Probiotics For Skin Care: Benefits, How To Use, And Side Effects

Written by Anjali Sayee

Probiotics have been used for centuries to improve human health. Some also believe that probiotics can improve skin health and reduce several skin issues, including acne. But what does science say? In this article, we understand how probiotics can actually improve your skin health, texture and appearance. We will also discuss how you can include them in your skin care regimen. Keep reading to know more.

What Are Probiotics And Why Are They Good For Your Skin?

Certain microbial organisms in the body are beneficial to our health when administered in appropriate amounts. These microbial organisms are bacteria called probiotics that primarily improve gut health. The most beneficial probiotic bacteria are lactobacillus and bifidobacteria that are found in fermented dairy products, powders, and drinks.

Probiotics are not the same as prebiotics. Prebiotics are a type of dietary fiber that cannot be digested by the human body. They act as food for probiotic microorganisms. A combination of prebiotic and probiotic organisms is called synbiotic.

Probiotics are said to enhance skin texture, appearance, and health. Some believe that oral and topical probiotics can be used to manage skin conditions like acne, make skin glow, and keep skin hydrated and moisturized.

In the following section, we discuss the science-backed benefits of probiotics.

Benefits Of Probiotics For Skin

1. May Treat Atopic Dermatitis

Many studies show the impact of probiotics on atopic dermatitis (1). In a study, oral probiotics administered to pregnant women (with a high probability of having atopic children) decreased the chances of them delivering atopic children (1), (2). In another study, a probiotic supplement containing lactobacillus acidophilus, bifidobacterium lactis, and fructo-oligosaccharides decreased atopic dermatitis in infants between 12 to 36 months of age (1), (3).

About 75% of studies show that probiotics may help manage atopic dermatitis. Nine studies showed that some probiotics may even help manage atopic dermatitis symptoms in adults (4). A lotion containing heat-treated lactobacillus johnsonii was applied to adult atopic patients with mild-moderate severities (5). The application inhibited the bacteria staphylococcus aureus in AD patients.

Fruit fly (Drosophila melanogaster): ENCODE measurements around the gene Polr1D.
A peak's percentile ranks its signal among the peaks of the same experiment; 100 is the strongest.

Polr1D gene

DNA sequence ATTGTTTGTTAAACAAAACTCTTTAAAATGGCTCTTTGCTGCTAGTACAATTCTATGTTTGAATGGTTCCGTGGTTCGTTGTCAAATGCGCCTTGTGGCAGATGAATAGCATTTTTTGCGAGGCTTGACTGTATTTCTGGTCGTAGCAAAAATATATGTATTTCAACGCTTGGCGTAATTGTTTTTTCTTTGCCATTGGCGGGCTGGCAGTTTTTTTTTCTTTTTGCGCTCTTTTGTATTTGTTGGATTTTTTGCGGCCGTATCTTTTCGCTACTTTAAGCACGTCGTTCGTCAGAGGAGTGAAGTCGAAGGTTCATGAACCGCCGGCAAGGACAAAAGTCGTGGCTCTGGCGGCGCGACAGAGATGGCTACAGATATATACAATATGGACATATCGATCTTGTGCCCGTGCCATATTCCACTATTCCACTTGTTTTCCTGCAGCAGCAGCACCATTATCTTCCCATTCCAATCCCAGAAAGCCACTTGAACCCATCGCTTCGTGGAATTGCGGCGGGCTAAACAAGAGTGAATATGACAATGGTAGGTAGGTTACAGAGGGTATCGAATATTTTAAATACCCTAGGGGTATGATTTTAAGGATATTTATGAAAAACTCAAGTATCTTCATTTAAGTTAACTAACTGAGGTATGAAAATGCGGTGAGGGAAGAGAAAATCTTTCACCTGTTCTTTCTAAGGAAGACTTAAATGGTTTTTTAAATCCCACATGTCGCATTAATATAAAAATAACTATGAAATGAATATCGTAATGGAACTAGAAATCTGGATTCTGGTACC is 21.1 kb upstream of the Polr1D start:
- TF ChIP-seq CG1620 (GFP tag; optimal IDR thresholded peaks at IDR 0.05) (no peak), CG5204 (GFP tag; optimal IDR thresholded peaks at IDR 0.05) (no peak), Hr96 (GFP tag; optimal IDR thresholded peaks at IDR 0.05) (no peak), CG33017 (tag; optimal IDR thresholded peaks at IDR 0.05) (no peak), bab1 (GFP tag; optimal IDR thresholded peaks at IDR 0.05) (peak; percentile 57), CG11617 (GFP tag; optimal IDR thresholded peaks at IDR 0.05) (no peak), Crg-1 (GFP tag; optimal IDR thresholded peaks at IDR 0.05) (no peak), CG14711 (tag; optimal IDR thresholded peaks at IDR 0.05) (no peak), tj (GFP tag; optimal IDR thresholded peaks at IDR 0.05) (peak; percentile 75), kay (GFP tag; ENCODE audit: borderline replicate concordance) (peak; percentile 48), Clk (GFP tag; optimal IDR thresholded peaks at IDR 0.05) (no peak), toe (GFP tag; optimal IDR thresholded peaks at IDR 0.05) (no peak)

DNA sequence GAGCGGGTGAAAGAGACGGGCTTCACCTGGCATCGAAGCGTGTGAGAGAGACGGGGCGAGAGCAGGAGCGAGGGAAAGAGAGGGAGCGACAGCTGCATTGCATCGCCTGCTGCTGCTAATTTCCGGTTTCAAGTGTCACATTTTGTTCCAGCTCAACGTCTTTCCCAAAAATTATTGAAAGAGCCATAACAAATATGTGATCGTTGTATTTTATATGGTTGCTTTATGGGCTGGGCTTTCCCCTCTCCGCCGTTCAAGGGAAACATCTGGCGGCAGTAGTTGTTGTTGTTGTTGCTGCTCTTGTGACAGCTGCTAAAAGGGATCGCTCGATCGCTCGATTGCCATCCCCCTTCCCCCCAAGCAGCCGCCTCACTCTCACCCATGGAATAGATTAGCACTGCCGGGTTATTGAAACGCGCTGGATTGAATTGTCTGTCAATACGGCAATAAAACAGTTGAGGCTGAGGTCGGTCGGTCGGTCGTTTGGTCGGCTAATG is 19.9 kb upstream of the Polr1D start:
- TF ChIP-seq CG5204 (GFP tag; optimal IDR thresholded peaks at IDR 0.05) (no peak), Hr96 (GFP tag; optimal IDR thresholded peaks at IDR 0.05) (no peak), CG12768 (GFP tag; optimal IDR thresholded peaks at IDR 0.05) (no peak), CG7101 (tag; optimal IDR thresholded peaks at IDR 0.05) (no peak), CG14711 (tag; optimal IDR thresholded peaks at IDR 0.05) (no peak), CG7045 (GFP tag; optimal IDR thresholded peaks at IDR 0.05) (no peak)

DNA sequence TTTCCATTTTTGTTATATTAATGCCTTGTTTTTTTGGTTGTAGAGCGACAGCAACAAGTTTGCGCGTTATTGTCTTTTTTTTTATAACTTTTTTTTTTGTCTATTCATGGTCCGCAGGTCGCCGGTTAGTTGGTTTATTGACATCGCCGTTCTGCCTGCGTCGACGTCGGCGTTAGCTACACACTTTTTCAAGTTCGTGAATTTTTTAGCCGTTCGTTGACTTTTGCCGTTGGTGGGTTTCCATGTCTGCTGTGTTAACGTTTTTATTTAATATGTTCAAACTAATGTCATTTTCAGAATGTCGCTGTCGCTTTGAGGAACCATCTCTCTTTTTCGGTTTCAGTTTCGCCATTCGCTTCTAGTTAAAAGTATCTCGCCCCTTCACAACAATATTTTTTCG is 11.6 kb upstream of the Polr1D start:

2. May Help Reduce Acne Vulgaris

In studies, probiotics like lactobacillus acidophilus and lactobacillus bulgaricus were administered to 300 acne patients (1), (6). Eighty percent of the patients showed an improvement in acne and a reduction in inflammatory lesions. Another study showed that oral probiotics, paired with oral minocycline, may help manage acne (1), (7). Lactobacillus rhamnosus, when consumed for 12 weeks, showed an improvement in adult acne (1), (8). In fact, topical lactobacillus bulgaricus was used as early as 1912 to manage acne (1). Research shows that probiotic bacteria Enterococcus faecalis acts against propionibacterium acnes (which causes acne). The probiotic lotions can also decrease inflammatory acne lesions (1), (9).

Other probiotic bacterial strains found to inhibit acne include lactobacillus acidophilus, lactobacillus casei, lactobacillus plantarum, lactobacillus gasseri, and lactococcus lactis (5). Administration of oral probiotic capsules was shown to reduce rosacea and acne, and even lead to complete recovery in some patients (5). Regular consumption of fermented milk containing lactobacillus bulgaricus and streptococcus thermophilus, over a period of 12 weeks, was also found to improve clinically-graded acne.

3. May Boost Overall Skin Health

Probiotics may have anti-aging properties as they improve skin elasticity and hydration. They are also said to reverse skin damage caused by ultraviolet radiation and offer photoprotection (10). Probiotic bacteria, lactobacillus paracasei, may improve the skin barrier function. Topical application of bifidobacterium longum was shown to reduce skin dryness and aging. Probiotic bacteria may also enhance tissue repair and may aid in wound healing. Topical probiotics shield the skin and boost skin moisture (11). Anecdotal evidence suggests that probiotic bacteria may also make your skin glow.

Skim milk fermented with streptococcus thermophilus was found to improve skin hydration and antioxidant effects (12). Aloe vera, fermented with lactobacillus plantarum, could increase skin hydration fourfold compared to regular aloe vera juice. Fermented soybean milk containing bifidobacterium breve was found to increase hyaluronic acid production in human cells. Probiotics may also repair burns and scars, rejuvenate the skin, and boost its immunity (13). Probiotics may even reduce wrinkle depth and hyperpigmentation in the skin (14).

Probiotic bacteriotherapy was found to help treat skin diseases like eczema, acne, allergic inflammation, and skin hypersensitivity (15). Although limited, research shows that probiotic bacteria may affect the gut microbiome positively and help manage psoriasis (16). Probiotic bacteria, lactobacillus pentosus, may reduce erythema and scaling (1).

These are the many benefits of probiotics for your skin. How can you use them to your advantage?

How To Use Probiotics

Probiotics can be ingested orally in food or capsule form, or applied topically in the form of lotions, creams, and other cosmetic products.